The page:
New ecopassages to help critters cross the road
Wildlife is benefitting from the installation of ecopassages at Bruce Peninsula National Park.
Eco-passages are specialized wildlife tunnels which allow animals to safely cross busy roads. They are especially important in areas where a road fragments critical habitat and prevents animals from reaching their breeding grounds.
Our scientists have identified seven high priority locations for ecopassages in Bruce Peninsula National Park. These are areas where we’ve traditionally seen a high number of road deaths or injuries to reptiles and amphibians because of cars, also known as “hotspots”.
Animals which try to cross the road in these areas will encounter a specialized fence. Snakes, turtles and small mammals such as rodents are not able to crawl over, or dig under these fences. Instead they are redirected to a tunnel. These tunnels are specially designed to be more attractive to reptiles and amphibians by allowing sunlight through the top so these cold blooded creatures (ectotherms) don’t have to go into cold, dark places to get where they are going.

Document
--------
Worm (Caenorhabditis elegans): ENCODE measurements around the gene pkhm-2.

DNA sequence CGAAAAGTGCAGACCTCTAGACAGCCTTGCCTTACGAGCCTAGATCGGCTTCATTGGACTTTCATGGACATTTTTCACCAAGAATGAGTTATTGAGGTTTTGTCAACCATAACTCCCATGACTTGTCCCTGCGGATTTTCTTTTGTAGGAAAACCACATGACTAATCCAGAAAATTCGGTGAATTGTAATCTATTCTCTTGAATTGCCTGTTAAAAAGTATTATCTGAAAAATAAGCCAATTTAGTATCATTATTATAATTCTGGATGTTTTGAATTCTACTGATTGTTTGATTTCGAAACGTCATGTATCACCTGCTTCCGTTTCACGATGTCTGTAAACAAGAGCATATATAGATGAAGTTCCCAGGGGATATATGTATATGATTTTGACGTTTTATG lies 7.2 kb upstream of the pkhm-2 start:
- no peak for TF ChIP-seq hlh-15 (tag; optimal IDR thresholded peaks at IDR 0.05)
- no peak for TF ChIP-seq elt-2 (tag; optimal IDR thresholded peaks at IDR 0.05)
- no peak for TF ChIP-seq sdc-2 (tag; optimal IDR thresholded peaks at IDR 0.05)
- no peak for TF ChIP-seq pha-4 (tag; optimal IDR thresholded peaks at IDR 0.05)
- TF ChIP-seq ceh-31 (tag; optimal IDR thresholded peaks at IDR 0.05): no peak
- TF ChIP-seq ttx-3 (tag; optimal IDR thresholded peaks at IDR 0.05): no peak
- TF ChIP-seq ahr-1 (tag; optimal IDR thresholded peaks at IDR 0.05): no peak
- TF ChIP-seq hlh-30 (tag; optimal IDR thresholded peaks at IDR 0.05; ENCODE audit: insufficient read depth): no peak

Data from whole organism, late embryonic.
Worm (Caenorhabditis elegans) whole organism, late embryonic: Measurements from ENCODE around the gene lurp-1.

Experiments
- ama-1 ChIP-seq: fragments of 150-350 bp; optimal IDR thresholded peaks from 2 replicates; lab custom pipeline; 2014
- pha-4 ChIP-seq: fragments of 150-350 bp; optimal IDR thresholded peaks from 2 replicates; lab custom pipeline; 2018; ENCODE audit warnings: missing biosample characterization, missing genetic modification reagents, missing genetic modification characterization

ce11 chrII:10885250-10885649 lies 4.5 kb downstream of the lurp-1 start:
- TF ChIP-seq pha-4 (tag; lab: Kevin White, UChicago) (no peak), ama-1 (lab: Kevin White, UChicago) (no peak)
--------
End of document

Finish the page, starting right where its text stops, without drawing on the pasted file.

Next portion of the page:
We continue to monitor how well this system works, and so far, the results are positive. To date, more than 4,000 animals have safely crossed roads using eco-passages in the park. We are confident that we are on the right path to help at risk species such as snapping turtle, massasauga rattlesnake, eastern ribbon snake and several others.
Next time you visit us at Bruce Peninsula National Park watch for the metal grates on the roads. Those are your sign that we’re working hard to help protect the creatures which share this magnificent place with us.